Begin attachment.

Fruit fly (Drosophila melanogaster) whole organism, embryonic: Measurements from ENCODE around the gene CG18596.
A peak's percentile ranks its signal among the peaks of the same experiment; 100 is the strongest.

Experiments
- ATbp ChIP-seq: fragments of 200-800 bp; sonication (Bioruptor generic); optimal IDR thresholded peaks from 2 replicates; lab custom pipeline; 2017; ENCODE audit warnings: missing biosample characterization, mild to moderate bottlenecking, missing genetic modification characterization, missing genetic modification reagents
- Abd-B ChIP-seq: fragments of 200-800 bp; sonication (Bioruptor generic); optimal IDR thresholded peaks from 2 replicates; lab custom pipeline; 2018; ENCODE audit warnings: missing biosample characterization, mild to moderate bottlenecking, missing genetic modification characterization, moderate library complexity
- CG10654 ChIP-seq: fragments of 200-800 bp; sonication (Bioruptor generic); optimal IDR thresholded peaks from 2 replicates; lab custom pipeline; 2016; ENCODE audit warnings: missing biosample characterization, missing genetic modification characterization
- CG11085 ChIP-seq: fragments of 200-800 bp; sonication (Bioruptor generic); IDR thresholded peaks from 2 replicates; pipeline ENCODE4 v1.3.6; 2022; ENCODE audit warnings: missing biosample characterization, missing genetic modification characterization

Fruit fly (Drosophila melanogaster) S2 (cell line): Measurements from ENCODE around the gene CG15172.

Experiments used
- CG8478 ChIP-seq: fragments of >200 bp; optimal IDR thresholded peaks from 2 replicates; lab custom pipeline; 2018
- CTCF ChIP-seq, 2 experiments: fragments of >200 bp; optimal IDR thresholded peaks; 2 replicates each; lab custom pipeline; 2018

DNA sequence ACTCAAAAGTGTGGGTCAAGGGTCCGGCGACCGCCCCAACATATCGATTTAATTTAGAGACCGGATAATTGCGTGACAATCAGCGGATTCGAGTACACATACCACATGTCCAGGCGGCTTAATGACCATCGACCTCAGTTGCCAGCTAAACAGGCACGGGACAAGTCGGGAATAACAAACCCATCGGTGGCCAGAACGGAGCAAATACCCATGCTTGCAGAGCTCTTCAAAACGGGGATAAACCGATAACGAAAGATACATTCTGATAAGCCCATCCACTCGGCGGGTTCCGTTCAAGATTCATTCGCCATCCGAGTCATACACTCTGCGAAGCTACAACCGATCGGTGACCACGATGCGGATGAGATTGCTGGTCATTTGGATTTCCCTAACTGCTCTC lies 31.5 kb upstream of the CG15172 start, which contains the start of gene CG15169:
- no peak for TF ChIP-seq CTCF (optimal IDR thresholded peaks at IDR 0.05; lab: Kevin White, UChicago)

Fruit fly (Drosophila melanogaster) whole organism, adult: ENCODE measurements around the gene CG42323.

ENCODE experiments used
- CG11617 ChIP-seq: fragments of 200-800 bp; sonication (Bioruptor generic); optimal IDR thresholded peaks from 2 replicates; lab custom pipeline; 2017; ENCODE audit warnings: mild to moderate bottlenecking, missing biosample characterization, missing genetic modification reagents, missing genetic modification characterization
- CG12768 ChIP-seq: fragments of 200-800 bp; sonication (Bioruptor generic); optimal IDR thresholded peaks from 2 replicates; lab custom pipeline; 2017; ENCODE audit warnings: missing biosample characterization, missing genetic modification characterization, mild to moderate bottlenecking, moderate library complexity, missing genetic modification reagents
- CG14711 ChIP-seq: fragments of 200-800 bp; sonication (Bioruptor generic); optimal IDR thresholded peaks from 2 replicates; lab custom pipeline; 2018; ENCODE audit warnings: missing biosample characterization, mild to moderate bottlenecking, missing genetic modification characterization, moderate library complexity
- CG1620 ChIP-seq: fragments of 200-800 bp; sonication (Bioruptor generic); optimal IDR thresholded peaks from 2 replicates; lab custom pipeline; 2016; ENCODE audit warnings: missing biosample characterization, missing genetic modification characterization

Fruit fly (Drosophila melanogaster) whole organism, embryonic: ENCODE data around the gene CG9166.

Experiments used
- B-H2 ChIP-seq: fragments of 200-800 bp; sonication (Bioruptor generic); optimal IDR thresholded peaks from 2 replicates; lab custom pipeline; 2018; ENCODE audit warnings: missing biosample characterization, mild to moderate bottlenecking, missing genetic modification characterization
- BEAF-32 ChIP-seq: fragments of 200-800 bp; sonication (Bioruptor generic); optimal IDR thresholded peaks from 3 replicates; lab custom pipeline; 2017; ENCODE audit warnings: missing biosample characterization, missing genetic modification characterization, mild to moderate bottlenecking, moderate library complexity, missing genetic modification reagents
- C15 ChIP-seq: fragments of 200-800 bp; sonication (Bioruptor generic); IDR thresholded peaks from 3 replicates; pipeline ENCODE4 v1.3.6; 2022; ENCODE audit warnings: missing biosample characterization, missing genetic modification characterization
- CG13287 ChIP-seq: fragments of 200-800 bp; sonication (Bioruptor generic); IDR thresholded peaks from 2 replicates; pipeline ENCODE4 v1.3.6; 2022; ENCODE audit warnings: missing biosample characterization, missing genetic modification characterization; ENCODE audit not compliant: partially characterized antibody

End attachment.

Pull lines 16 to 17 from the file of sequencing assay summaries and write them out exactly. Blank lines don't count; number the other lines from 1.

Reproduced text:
- CG11617 ChIP-seq: fragments of 200-800 bp; sonication (Bioruptor generic); optimal IDR thresholded peaks from 2 replicates; lab custom pipeline; 2017; ENCODE audit warnings: mild to moderate bottlenecking, missing biosample characterization, missing genetic modification reagents, missing genetic modification characterization
- CG12768 ChIP-seq: fragments of 200-800 bp; sonication (Bioruptor generic); optimal IDR thresholded peaks from 2 replicates; lab custom pipeline; 2017; ENCODE audit warnings: missing biosample characterization, missing genetic modification characterization, mild to moderate bottlenecking, moderate library complexity, missing genetic modification reagents